“Why do Black lives matter?” a patient asked me. “Why can’t all lives matter?”
It was just a few weeks into my residency, and I hadn’t been expecting a patient to ask me that question. I certainly wasn’t trained to respond to it even though I, along with many of my colleagues, wore Black Lives Matter pins. The patient, who identified as white, looked at me, an Asian American physician, with curiosity.
“Was it even my place to answer?” I thought then.
Both doctors and patients can have unconscious biases that affect medical care. Yet medical education has fallen behind in teaching physicians how to initiate and continue dialogues with their patients about race and racism.
One of the many things physicians must do is ask their patients probing personal and often sensitive questions. Patients sometimes ask probing questions back, and doctors are expected to answer them honestly.
In taking a social history, which is part of an initial encounter with a patient, we learn about a person’s job, substance use, sex life, and more. Race hasn’t been a standard part of this inventory. But it should be.
In the United States, structural inequities based on race have been one of the most powerful determinants of socioeconomic status and health. People from racial minority groups are more likely to encounter limited access to safe housing, healthy food, job opportunities and education, all factors that negatively affect physical and mental health. Racial disparities are also costly. One analysis projected an economic gain of $135 billion per year if the U.S. eliminated racial disparities in health.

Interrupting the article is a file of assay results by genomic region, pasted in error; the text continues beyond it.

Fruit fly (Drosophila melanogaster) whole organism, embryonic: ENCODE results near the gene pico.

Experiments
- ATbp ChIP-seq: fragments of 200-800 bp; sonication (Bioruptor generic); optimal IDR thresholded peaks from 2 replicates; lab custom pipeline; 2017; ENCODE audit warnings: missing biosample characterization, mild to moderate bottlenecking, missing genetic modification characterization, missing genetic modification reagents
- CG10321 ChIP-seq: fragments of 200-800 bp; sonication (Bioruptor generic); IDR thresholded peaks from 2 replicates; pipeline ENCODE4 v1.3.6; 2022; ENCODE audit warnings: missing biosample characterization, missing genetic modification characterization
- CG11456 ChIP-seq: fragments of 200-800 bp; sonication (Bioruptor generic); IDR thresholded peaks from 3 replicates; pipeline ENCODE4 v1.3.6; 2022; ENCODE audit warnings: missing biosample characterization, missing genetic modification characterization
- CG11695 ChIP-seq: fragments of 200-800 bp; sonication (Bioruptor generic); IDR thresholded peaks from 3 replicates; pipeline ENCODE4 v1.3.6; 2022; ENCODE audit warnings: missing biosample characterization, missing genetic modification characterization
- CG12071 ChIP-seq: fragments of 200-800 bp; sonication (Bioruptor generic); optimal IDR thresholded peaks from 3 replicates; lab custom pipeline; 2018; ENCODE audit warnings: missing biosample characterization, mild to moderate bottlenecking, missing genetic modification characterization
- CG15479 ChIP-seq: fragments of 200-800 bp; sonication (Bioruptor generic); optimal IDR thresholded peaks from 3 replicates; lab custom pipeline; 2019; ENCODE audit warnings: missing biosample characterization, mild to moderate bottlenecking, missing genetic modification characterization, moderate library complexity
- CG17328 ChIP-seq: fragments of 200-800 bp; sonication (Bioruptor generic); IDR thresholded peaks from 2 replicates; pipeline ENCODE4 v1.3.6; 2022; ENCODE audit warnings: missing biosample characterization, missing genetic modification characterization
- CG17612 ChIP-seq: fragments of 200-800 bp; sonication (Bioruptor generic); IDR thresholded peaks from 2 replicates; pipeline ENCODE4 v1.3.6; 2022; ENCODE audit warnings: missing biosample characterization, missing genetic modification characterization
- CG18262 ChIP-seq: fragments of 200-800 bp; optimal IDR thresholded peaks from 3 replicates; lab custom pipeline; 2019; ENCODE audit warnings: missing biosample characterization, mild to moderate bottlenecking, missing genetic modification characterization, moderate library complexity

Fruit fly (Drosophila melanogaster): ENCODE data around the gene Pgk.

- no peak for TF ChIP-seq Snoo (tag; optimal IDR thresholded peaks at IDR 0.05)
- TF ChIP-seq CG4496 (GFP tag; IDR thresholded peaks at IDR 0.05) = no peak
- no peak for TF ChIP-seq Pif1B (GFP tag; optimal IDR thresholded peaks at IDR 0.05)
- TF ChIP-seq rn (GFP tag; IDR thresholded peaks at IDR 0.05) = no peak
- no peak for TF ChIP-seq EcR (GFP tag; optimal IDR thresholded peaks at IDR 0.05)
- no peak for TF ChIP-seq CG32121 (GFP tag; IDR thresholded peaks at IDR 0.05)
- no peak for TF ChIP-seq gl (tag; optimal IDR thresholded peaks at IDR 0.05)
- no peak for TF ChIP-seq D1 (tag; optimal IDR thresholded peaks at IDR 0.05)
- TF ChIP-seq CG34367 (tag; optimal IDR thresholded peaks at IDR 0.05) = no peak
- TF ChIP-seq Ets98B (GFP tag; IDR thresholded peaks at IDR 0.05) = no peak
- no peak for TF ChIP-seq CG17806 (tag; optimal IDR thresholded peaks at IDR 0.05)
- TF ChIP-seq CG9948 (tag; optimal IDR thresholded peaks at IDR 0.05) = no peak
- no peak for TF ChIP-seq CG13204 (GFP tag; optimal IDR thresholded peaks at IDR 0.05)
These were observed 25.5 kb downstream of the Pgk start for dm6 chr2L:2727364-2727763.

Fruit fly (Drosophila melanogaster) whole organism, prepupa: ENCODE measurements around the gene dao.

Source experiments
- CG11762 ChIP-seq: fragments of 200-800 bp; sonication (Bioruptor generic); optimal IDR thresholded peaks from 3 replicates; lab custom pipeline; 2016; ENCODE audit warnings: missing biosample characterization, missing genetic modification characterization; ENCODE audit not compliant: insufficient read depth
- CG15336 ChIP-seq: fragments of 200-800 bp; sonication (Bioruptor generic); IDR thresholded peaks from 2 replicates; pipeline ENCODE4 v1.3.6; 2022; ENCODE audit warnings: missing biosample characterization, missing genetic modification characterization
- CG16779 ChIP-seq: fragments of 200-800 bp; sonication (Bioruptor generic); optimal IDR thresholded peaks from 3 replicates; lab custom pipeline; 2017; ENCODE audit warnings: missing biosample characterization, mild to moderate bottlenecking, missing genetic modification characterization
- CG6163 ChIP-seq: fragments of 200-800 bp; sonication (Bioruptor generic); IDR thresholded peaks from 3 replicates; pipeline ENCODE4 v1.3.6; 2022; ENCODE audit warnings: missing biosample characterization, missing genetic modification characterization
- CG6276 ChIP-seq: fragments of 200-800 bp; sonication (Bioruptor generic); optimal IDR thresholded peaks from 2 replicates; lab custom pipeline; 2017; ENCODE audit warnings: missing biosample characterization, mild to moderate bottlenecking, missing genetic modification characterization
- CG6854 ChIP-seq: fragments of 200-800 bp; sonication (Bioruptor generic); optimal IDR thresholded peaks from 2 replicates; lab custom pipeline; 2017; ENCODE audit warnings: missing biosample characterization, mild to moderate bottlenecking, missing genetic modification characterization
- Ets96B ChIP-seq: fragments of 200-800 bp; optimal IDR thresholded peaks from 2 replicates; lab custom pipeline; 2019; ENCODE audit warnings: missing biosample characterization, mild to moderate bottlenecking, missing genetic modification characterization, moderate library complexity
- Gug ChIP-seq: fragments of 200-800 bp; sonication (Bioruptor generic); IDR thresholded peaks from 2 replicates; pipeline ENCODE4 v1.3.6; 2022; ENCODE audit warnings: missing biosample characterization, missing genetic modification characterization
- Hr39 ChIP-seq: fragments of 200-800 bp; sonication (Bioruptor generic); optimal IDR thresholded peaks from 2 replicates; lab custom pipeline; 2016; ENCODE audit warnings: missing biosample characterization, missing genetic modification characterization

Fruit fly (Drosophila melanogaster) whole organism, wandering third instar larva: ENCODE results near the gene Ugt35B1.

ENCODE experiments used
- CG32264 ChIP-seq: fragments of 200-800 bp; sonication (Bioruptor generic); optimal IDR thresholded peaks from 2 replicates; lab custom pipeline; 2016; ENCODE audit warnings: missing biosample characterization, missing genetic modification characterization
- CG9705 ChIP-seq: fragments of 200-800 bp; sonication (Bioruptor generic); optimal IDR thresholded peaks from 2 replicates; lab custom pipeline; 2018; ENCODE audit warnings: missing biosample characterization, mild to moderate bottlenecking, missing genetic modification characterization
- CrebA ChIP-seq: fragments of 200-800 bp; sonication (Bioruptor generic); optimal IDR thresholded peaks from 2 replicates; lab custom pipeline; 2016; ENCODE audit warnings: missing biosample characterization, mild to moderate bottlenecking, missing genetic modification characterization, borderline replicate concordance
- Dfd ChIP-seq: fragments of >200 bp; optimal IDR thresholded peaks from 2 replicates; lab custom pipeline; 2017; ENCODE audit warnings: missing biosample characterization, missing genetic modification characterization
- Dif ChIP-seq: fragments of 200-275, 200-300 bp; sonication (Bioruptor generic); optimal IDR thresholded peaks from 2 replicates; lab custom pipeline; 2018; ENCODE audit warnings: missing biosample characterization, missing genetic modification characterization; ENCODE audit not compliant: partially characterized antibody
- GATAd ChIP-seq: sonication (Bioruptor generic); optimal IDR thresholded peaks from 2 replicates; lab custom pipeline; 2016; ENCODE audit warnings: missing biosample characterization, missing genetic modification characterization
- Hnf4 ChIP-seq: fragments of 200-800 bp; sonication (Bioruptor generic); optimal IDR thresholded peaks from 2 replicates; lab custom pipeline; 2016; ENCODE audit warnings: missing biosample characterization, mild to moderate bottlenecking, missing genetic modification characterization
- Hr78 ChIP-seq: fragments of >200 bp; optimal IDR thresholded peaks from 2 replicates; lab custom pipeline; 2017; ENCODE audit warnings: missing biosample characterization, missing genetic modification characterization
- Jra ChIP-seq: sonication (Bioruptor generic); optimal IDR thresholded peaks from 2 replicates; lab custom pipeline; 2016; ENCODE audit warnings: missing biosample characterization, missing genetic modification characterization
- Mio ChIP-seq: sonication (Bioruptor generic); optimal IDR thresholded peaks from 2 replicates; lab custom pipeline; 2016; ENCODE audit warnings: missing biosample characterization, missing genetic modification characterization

The main way most doctors get information about race is through the intake form patients fill out. These forms usually include a check box with the following options: white (non-Hispanic), White (Hispanic), Black, American Indian or Alaska Native, Asian, or other. This information may tell a doctor a patient’s racial identity, but it says nothing about their experience in that racial identity.